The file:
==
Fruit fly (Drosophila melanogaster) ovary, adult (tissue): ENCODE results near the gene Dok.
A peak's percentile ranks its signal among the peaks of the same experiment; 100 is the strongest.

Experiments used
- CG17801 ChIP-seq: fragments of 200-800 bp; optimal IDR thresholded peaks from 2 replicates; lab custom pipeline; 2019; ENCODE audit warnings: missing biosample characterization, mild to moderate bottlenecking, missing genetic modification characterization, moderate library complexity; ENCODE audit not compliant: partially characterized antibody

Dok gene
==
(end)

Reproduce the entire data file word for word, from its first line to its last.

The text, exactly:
Fruit fly (Drosophila melanogaster) ovary, adult (tissue): ENCODE results near the gene Dok.
A peak's percentile ranks its signal among the peaks of the same experiment; 100 is the strongest.

Experiments used
- CG17801 ChIP-seq: fragments of 200-800 bp; optimal IDR thresholded peaks from 2 replicates; lab custom pipeline; 2019; ENCODE audit warnings: missing biosample characterization, mild to moderate bottlenecking, missing genetic modification characterization, moderate library complexity; ENCODE audit not compliant: partially characterized antibody

Dok gene